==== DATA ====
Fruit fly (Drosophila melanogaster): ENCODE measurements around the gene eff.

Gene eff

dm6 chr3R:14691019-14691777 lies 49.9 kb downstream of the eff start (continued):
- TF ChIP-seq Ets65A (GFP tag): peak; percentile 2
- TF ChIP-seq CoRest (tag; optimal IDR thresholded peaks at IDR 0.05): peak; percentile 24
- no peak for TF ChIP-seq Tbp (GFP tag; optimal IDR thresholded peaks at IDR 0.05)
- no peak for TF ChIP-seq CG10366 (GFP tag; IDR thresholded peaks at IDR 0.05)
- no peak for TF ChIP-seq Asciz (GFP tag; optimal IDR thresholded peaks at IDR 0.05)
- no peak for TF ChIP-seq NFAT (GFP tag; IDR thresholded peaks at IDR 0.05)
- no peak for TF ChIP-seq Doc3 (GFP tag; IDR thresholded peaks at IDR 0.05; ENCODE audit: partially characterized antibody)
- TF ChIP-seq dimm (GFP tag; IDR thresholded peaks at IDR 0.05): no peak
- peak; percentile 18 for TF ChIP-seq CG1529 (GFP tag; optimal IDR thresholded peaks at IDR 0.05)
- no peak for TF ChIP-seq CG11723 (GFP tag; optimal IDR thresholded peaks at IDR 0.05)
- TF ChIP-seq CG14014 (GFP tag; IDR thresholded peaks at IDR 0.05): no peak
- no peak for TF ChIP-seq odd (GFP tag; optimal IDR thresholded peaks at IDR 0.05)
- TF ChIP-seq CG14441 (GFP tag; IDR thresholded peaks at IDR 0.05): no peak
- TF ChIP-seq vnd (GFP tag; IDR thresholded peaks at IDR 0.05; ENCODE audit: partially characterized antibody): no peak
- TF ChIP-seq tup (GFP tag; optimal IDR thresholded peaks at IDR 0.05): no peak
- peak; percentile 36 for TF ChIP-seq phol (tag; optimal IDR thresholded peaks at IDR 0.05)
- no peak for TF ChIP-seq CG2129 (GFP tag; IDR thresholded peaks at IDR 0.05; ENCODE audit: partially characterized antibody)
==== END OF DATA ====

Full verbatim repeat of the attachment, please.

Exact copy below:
Fruit fly (Drosophila melanogaster): ENCODE measurements around the gene eff.

Gene eff

dm6 chr3R:14691019-14691777 lies 49.9 kb downstream of the eff start (continued):
- TF ChIP-seq Ets65A (GFP tag): peak; percentile 2
- TF ChIP-seq CoRest (tag; optimal IDR thresholded peaks at IDR 0.05): peak; percentile 24
- no peak for TF ChIP-seq Tbp (GFP tag; optimal IDR thresholded peaks at IDR 0.05)
- no peak for TF ChIP-seq CG10366 (GFP tag; IDR thresholded peaks at IDR 0.05)
- no peak for TF ChIP-seq Asciz (GFP tag; optimal IDR thresholded peaks at IDR 0.05)
- no peak for TF ChIP-seq NFAT (GFP tag; IDR thresholded peaks at IDR 0.05)
- no peak for TF ChIP-seq Doc3 (GFP tag; IDR thresholded peaks at IDR 0.05; ENCODE audit: partially characterized antibody)
- TF ChIP-seq dimm (GFP tag; IDR thresholded peaks at IDR 0.05): no peak
- peak; percentile 18 for TF ChIP-seq CG1529 (GFP tag; optimal IDR thresholded peaks at IDR 0.05)
- no peak for TF ChIP-seq CG11723 (GFP tag; optimal IDR thresholded peaks at IDR 0.05)
- TF ChIP-seq CG14014 (GFP tag; IDR thresholded peaks at IDR 0.05): no peak
- no peak for TF ChIP-seq odd (GFP tag; optimal IDR thresholded peaks at IDR 0.05)
- TF ChIP-seq CG14441 (GFP tag; IDR thresholded peaks at IDR 0.05): no peak
- TF ChIP-seq vnd (GFP tag; IDR thresholded peaks at IDR 0.05; ENCODE audit: partially characterized antibody): no peak
- TF ChIP-seq tup (GFP tag; optimal IDR thresholded peaks at IDR 0.05): no peak
- peak; percentile 36 for TF ChIP-seq phol (tag; optimal IDR thresholded peaks at IDR 0.05)
- no peak for TF ChIP-seq CG2129 (GFP tag; IDR thresholded peaks at IDR 0.05; ENCODE audit: partially characterized antibody)